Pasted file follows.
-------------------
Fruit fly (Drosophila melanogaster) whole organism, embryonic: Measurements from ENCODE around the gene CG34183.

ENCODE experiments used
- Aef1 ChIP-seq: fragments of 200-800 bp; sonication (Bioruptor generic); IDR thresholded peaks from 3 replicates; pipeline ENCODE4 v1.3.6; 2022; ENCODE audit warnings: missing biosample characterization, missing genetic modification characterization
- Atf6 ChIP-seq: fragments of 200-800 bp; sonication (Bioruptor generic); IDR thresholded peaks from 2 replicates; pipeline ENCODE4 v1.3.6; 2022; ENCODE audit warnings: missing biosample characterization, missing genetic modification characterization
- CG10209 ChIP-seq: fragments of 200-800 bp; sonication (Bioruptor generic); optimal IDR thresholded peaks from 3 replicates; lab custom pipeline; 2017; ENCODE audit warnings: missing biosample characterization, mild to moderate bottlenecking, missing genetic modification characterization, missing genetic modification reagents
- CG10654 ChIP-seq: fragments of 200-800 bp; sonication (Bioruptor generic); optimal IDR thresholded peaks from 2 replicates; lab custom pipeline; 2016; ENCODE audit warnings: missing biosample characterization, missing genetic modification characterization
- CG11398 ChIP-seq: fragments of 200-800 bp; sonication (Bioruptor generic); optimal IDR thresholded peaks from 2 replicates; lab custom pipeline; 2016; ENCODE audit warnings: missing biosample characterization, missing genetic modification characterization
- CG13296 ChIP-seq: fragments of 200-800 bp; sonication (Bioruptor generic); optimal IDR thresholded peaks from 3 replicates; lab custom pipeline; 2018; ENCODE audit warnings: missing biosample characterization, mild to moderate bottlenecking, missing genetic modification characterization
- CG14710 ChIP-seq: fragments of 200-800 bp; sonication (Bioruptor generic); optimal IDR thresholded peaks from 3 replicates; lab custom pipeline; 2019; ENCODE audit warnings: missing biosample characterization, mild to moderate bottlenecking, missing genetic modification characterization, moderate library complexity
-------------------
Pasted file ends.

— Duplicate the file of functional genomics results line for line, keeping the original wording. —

Fruit fly (Drosophila melanogaster) whole organism, embryonic: Measurements from ENCODE around the gene CG34183.

ENCODE experiments used
- Aef1 ChIP-seq: fragments of 200-800 bp; sonication (Bioruptor generic); IDR thresholded peaks from 3 replicates; pipeline ENCODE4 v1.3.6; 2022; ENCODE audit warnings: missing biosample characterization, missing genetic modification characterization
- Atf6 ChIP-seq: fragments of 200-800 bp; sonication (Bioruptor generic); IDR thresholded peaks from 2 replicates; pipeline ENCODE4 v1.3.6; 2022; ENCODE audit warnings: missing biosample characterization, missing genetic modification characterization
- CG10209 ChIP-seq: fragments of 200-800 bp; sonication (Bioruptor generic); optimal IDR thresholded peaks from 3 replicates; lab custom pipeline; 2017; ENCODE audit warnings: missing biosample characterization, mild to moderate bottlenecking, missing genetic modification characterization, missing genetic modification reagents
- CG10654 ChIP-seq: fragments of 200-800 bp; sonication (Bioruptor generic); optimal IDR thresholded peaks from 2 replicates; lab custom pipeline; 2016; ENCODE audit warnings: missing biosample characterization, missing genetic modification characterization
- CG11398 ChIP-seq: fragments of 200-800 bp; sonication (Bioruptor generic); optimal IDR thresholded peaks from 2 replicates; lab custom pipeline; 2016; ENCODE audit warnings: missing biosample characterization, missing genetic modification characterization
- CG13296 ChIP-seq: fragments of 200-800 bp; sonication (Bioruptor generic); optimal IDR thresholded peaks from 3 replicates; lab custom pipeline; 2018; ENCODE audit warnings: missing biosample characterization, mild to moderate bottlenecking, missing genetic modification characterization
- CG14710 ChIP-seq: fragments of 200-800 bp; sonication (Bioruptor generic); optimal IDR thresholded peaks from 3 replicates; lab custom pipeline; 2019; ENCODE audit warnings: missing biosample characterization, mild to moderate bottlenecking, missing genetic modification characterization, moderate library complexity